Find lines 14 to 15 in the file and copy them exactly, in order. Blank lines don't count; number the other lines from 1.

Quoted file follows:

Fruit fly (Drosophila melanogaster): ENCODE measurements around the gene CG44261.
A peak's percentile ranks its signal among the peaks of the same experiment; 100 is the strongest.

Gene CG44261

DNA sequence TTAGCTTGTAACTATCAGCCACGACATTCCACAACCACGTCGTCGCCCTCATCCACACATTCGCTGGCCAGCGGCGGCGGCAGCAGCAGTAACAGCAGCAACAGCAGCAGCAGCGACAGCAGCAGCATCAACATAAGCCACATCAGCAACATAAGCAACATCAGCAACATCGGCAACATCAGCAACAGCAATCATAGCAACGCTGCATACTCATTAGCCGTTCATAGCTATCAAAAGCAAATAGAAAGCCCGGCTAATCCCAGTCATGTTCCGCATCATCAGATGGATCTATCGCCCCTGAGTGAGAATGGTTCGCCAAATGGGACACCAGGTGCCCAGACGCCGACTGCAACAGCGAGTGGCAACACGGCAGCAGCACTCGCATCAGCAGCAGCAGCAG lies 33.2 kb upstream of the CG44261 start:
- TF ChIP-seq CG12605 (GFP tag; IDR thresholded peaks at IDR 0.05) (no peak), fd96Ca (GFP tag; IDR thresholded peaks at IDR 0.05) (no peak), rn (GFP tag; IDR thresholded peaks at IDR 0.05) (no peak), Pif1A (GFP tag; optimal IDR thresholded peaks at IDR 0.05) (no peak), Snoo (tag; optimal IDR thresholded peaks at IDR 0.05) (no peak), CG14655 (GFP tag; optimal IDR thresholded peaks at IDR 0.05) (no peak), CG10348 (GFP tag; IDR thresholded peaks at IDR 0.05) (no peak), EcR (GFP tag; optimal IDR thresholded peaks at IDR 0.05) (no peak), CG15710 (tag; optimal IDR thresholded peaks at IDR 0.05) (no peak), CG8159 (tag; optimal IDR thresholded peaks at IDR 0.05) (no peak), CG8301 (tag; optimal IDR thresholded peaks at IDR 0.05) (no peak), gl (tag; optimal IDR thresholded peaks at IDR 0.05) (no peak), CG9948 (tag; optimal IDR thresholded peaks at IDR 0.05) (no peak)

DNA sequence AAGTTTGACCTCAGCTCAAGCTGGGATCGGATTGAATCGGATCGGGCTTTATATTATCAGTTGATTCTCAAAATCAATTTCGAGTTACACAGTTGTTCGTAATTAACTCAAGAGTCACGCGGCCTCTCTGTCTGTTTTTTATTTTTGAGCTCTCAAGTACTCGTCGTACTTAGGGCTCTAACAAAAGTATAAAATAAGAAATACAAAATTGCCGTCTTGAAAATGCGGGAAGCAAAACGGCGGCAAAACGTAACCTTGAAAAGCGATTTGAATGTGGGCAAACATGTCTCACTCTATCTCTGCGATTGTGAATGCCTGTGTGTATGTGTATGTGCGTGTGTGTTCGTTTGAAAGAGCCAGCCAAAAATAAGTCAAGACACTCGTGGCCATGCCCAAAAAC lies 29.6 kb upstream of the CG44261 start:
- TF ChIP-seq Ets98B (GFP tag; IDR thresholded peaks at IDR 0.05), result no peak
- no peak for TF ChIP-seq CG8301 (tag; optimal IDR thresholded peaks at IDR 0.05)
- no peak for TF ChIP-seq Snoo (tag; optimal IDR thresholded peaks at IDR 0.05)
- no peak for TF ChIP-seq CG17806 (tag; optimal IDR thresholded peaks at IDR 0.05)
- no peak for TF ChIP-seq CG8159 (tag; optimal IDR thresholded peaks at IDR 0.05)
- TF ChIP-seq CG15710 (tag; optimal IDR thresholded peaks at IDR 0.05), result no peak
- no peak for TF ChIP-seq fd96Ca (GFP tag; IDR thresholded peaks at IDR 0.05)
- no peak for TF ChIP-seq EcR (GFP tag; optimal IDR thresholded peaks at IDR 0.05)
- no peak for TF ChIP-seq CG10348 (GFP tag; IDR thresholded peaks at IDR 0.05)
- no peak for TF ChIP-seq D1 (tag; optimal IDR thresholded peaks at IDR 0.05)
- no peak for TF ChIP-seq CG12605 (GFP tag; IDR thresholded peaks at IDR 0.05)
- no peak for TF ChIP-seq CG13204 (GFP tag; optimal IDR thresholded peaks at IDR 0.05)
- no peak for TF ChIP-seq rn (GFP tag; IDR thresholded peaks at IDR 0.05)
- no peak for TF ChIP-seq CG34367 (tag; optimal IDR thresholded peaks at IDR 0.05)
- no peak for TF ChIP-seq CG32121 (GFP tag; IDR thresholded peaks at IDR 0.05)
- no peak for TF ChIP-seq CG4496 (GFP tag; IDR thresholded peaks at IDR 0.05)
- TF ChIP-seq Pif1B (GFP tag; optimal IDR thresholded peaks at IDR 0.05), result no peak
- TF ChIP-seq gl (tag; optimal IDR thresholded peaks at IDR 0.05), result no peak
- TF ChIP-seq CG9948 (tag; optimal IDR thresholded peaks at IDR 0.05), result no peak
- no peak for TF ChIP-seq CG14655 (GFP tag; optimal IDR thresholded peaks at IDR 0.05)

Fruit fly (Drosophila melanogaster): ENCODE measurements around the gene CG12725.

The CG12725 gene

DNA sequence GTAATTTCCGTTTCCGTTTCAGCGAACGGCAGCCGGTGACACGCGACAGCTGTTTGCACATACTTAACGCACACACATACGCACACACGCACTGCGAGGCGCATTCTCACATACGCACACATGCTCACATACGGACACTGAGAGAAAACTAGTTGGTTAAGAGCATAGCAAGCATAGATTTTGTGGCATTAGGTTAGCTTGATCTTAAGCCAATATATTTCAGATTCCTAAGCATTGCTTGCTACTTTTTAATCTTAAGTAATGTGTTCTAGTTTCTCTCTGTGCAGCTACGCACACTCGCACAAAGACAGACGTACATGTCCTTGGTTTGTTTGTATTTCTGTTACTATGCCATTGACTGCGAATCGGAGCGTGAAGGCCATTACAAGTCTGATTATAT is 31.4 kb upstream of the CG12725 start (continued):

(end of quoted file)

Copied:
- no peak for TF ChIP-seq EcR (GFP tag; optimal IDR thresholded peaks at IDR 0.05)
- no peak for TF ChIP-seq CG10348 (GFP tag; IDR thresholded peaks at IDR 0.05)